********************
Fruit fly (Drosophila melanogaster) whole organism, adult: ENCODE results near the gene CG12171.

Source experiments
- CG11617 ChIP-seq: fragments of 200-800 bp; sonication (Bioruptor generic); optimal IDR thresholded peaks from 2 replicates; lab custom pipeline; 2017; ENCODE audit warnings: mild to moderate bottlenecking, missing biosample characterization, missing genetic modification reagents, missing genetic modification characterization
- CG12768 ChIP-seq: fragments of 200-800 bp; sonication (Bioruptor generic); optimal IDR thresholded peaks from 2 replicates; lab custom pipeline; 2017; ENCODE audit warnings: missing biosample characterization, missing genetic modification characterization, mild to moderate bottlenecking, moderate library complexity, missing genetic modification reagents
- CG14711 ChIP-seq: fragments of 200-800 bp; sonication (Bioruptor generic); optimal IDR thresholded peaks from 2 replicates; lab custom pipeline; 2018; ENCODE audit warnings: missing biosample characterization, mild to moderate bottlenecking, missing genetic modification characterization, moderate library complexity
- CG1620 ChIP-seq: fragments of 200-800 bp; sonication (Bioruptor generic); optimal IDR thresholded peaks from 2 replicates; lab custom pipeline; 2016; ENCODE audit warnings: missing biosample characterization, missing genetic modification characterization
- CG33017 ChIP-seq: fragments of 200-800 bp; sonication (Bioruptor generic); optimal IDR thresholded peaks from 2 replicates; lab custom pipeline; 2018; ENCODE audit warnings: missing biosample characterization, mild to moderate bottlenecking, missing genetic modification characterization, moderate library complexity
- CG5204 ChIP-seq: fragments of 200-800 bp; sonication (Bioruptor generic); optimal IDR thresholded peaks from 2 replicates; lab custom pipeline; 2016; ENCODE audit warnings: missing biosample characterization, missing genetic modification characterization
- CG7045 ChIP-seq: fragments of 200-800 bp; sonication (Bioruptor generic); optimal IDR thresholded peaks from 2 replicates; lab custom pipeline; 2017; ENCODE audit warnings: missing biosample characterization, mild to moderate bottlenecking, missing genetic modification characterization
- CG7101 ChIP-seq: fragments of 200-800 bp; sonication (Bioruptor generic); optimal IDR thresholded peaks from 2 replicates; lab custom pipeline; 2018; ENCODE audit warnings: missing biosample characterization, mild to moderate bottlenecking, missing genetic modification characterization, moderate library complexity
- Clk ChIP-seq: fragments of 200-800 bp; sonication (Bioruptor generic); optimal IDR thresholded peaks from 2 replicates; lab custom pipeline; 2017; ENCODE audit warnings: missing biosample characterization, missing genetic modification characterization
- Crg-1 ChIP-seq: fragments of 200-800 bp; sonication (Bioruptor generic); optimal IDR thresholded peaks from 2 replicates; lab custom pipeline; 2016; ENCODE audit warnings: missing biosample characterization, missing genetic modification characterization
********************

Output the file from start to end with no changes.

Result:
Fruit fly (Drosophila melanogaster) whole organism, adult: ENCODE results near the gene CG12171.

Source experiments
- CG11617 ChIP-seq: fragments of 200-800 bp; sonication (Bioruptor generic); optimal IDR thresholded peaks from 2 replicates; lab custom pipeline; 2017; ENCODE audit warnings: mild to moderate bottlenecking, missing biosample characterization, missing genetic modification reagents, missing genetic modification characterization
- CG12768 ChIP-seq: fragments of 200-800 bp; sonication (Bioruptor generic); optimal IDR thresholded peaks from 2 replicates; lab custom pipeline; 2017; ENCODE audit warnings: missing biosample characterization, missing genetic modification characterization, mild to moderate bottlenecking, moderate library complexity, missing genetic modification reagents
- CG14711 ChIP-seq: fragments of 200-800 bp; sonication (Bioruptor generic); optimal IDR thresholded peaks from 2 replicates; lab custom pipeline; 2018; ENCODE audit warnings: missing biosample characterization, mild to moderate bottlenecking, missing genetic modification characterization, moderate library complexity
- CG1620 ChIP-seq: fragments of 200-800 bp; sonication (Bioruptor generic); optimal IDR thresholded peaks from 2 replicates; lab custom pipeline; 2016; ENCODE audit warnings: missing biosample characterization, missing genetic modification characterization
- CG33017 ChIP-seq: fragments of 200-800 bp; sonication (Bioruptor generic); optimal IDR thresholded peaks from 2 replicates; lab custom pipeline; 2018; ENCODE audit warnings: missing biosample characterization, mild to moderate bottlenecking, missing genetic modification characterization, moderate library complexity
- CG5204 ChIP-seq: fragments of 200-800 bp; sonication (Bioruptor generic); optimal IDR thresholded peaks from 2 replicates; lab custom pipeline; 2016; ENCODE audit warnings: missing biosample characterization, missing genetic modification characterization
- CG7045 ChIP-seq: fragments of 200-800 bp; sonication (Bioruptor generic); optimal IDR thresholded peaks from 2 replicates; lab custom pipeline; 2017; ENCODE audit warnings: missing biosample characterization, mild to moderate bottlenecking, missing genetic modification characterization
- CG7101 ChIP-seq: fragments of 200-800 bp; sonication (Bioruptor generic); optimal IDR thresholded peaks from 2 replicates; lab custom pipeline; 2018; ENCODE audit warnings: missing biosample characterization, mild to moderate bottlenecking, missing genetic modification characterization, moderate library complexity
- Clk ChIP-seq: fragments of 200-800 bp; sonication (Bioruptor generic); optimal IDR thresholded peaks from 2 replicates; lab custom pipeline; 2017; ENCODE audit warnings: missing biosample characterization, missing genetic modification characterization
- Crg-1 ChIP-seq: fragments of 200-800 bp; sonication (Bioruptor generic); optimal IDR thresholded peaks from 2 replicates; lab custom pipeline; 2016; ENCODE audit warnings: missing biosample characterization, missing genetic modification characterization